To be fair, those who bought shares in the company would have known what sort of business they were investing in. They knew they were a minority in a company dominated by a very small group of shareholders and the chairman, Johannes Sittard, was known to be a long standing business associate of theirs. They knew that Kazakhstan is a dictatorship and a reasonable person might have guessed that the key decisions would, in reality, be made amongst this small group of people despite the fact that they do not directly have seats on the board.

Surely those City grandees would also have spotted all this. Apparently that other investor in African natural resources, from a bygone age, Tiny Rowland, described non-executive directors as ' a bauble on a Christmas tree' - maybe the world has not changed so much. But why did these heavyweight directors lend their names to this company when their function was clearly just pr? Their careers have been impressive; they have often said impressive and sensible things in the past; they are already wealthy men, they didn't need the money, why prostitute themselves? (Though Sykes remuneration, at £250,000 seems extraordinarily high for a non-exec). I have remarked in a previous post that the essence of good governance often comes down to integrity.

A few months ago ENRC was involved in a much debated transaction, buying a mine in the Congo that had been expropriated by the government. This appeared to smell of receiving stolen goods and is now subject to litigation from the previous owners. In that instance Sykes was a vociferous defender of the company he now recommends shareholders to disinvest from. He is also now quoted as using the phrase 'mad oligarchs' whilst the other ousted director, Ken Olisa, is reported to have used the phrase 'more soviet than City'. I suppose a late conversion is better than no conversion.

This whole sorry affair raises questions about integrity, about the judgement of people running the London Stock Exchange and about the regulatory regime under which this could occur. In the 'bad old days' of chummy, clubbable merchant banking types before Big Bang a handful of grandees would have had a chat and decided that there was a fishy smell about an outfit such as ENRC and it would have been blackballed, regardless of the potential for earning nice fees.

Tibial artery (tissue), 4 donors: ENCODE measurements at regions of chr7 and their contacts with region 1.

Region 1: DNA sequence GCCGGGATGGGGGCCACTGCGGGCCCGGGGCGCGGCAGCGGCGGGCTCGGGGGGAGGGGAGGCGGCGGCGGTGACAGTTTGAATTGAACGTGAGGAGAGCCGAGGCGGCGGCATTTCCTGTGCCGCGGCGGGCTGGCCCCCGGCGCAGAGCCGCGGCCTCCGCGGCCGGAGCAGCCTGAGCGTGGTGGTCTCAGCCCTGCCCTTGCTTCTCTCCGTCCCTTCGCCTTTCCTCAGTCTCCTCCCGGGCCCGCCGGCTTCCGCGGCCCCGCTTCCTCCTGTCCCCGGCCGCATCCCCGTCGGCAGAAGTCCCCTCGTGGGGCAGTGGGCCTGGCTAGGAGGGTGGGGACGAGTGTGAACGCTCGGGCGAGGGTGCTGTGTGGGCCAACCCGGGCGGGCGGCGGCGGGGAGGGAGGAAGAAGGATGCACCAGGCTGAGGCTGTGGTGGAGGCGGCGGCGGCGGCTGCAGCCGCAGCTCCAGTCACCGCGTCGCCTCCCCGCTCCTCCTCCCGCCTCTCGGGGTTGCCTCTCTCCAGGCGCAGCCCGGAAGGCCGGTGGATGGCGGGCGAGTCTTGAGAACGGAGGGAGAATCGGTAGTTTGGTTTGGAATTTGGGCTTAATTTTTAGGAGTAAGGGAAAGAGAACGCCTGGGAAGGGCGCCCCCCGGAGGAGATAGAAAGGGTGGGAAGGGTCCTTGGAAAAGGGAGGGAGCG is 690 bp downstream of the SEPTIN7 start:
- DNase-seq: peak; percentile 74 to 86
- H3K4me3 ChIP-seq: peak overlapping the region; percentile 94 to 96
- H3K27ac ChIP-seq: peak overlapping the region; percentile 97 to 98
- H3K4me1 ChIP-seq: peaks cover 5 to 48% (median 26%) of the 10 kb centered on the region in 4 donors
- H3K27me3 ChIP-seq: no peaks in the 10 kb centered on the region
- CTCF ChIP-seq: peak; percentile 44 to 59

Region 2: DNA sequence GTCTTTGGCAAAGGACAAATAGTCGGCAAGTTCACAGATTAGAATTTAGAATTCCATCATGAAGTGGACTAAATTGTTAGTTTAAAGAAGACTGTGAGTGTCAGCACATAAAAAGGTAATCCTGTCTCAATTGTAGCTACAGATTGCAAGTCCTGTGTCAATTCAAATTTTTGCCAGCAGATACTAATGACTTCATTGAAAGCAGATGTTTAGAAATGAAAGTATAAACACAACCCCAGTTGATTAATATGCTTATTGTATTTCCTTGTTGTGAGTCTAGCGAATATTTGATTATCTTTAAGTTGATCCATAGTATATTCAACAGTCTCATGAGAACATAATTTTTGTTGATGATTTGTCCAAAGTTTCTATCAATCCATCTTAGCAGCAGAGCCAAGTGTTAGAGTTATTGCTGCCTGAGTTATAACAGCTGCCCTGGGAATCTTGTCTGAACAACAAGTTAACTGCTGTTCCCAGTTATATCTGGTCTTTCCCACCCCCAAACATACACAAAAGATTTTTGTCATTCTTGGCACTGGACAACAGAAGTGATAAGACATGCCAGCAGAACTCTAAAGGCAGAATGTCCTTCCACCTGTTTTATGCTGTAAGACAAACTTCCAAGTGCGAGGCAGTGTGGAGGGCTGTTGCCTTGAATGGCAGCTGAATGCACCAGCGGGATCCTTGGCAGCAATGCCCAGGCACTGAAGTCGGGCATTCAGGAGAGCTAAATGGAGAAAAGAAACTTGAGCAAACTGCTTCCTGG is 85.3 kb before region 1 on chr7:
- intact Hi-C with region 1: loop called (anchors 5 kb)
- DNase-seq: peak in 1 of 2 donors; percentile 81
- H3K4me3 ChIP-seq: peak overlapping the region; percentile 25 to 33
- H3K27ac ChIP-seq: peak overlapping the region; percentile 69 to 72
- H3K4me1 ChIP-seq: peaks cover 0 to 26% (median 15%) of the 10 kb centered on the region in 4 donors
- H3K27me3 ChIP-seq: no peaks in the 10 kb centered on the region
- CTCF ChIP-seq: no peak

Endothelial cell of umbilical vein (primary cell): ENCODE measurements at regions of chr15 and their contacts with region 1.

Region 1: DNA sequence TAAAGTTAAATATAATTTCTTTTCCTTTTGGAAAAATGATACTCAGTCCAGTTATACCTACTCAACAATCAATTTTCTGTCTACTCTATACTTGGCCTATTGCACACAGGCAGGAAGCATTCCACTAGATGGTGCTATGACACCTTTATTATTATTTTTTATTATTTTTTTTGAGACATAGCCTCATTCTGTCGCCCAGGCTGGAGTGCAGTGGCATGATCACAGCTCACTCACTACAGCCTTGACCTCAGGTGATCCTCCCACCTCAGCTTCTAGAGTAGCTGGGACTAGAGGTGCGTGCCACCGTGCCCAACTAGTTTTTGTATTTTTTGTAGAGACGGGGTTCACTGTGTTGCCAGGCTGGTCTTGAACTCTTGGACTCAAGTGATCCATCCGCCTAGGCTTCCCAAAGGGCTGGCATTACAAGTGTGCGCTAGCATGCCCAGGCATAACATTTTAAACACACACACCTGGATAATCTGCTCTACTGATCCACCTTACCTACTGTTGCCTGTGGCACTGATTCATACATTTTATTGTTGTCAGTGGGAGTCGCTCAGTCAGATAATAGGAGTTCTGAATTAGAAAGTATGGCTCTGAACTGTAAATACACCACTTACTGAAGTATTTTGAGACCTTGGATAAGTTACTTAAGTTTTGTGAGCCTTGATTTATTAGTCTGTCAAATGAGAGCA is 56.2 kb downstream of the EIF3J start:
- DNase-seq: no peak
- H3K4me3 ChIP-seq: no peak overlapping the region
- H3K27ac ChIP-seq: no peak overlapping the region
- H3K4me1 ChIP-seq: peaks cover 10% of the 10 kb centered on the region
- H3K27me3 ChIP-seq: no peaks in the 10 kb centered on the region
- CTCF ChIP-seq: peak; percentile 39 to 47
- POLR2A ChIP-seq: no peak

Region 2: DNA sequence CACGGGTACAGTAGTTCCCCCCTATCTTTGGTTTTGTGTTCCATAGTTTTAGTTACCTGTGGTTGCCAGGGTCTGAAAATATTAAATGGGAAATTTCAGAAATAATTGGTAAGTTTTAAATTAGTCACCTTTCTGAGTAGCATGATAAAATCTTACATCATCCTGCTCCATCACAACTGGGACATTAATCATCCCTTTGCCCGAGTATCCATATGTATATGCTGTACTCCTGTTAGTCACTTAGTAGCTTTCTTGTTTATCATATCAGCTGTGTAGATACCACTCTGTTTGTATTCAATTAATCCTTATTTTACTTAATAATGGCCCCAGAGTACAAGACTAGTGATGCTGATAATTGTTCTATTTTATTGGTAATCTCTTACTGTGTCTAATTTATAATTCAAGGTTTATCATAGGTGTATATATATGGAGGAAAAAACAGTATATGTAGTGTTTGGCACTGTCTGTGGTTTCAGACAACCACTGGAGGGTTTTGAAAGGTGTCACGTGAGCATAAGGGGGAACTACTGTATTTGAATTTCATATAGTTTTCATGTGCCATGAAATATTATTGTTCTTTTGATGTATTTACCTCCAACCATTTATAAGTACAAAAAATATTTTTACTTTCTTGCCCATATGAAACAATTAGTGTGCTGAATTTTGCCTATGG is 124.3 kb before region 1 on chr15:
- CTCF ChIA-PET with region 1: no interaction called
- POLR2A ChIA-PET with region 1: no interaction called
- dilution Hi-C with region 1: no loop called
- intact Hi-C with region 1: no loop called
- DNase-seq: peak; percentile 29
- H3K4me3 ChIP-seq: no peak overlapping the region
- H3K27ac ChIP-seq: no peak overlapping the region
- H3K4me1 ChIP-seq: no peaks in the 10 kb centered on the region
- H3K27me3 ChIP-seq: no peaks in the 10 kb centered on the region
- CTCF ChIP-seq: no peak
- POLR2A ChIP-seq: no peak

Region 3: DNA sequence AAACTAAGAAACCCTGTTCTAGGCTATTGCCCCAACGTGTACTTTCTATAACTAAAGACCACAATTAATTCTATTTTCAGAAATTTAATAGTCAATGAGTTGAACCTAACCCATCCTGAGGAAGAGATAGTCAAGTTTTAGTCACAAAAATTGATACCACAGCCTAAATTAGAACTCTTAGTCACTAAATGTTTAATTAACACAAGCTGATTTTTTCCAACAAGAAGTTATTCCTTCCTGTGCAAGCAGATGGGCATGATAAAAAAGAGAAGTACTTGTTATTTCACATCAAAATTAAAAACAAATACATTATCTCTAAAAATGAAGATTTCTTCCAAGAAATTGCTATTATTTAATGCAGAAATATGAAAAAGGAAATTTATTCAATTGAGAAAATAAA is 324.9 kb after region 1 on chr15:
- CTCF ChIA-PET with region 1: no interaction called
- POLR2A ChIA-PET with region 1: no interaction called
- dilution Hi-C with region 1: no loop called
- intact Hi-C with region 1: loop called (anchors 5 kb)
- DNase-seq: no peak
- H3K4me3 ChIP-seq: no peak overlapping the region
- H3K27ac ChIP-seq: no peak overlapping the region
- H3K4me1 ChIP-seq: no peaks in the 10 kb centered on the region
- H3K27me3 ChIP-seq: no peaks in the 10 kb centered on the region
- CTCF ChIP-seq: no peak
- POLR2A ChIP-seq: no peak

By the way, the shares have done quite nicely - up to over 800p from a flotation price of 540p in 2007 - though 29% down this year.

Wednesday, 8 June 2011

Directors personal responsibility

In the wake of the Berkshire Hathaway affair, where David Sokol, a senior executive, recommended a bid for Lubrizol, a company in which he had recently bought shares, I have been thinking more about personal responsibility. I strongly believe that rules and regulations matter. After all, I have a vested interest, with a forthcoming book on UK corporate governance (Financial Times Briefings: Corporate Governance). But rules can only provide a framework and a minimum standard of behaviour - they can never cover every situation. And only an ethical approach can fill in the gaps that are not covered by this framework.

Driving from the airport this morning I heard two juxtaposed items on the radio that illustrate this. The first piece reported on a football match in Chechnya to celebrate the opening of a new football stadium in the capital, Grozny. The local side, bizzarely, included Ramzan Kadyrov, the country's president, as striker and he scored a hattrick in his side's victory over an international all-star's side. But it was this team of former international players that interested me. It included two former England internationals, Robbie Fowler and Steve McManaman, who were interviewed. Both insisted they were not interested in politics, just in playing football. Yet this was not just an ordinary football game. All its unusual features proclaimed this fact. The presence on one team of the country's dictator, a man accused of personal involvement in murder and torture, whose opponents, as well as local  journalists and human rights activists, have a habit of being killed, proclaims that this was not just a football match. This was clearly not an instance where politics relates to polite political debate but an instance where the event was an integral part of a plan to confer legitimacy on a much harsher political reality.

The other item was a report on UK banks misselling of Payment Protection Insurance that was meant to protect people who were unable to repay loans. It seems clear that at some level of the hierarchy within not one but a numberof banks a decision was taken to encourage and incentivise staff to sell of these instruments in reckless disregard of whether they were suitable to the customer. I am sure that staff were not actually told to sell this insurance to everyone, whether appropriate or not. However, some people within the organisations must have realised there was an absence of the controls that would ensure the insurance was only sold where it was appropriate. They were either reckless or dishonest or were unable to make themselves heard within the management system: which would probably point to someone else having suppressed their concerns.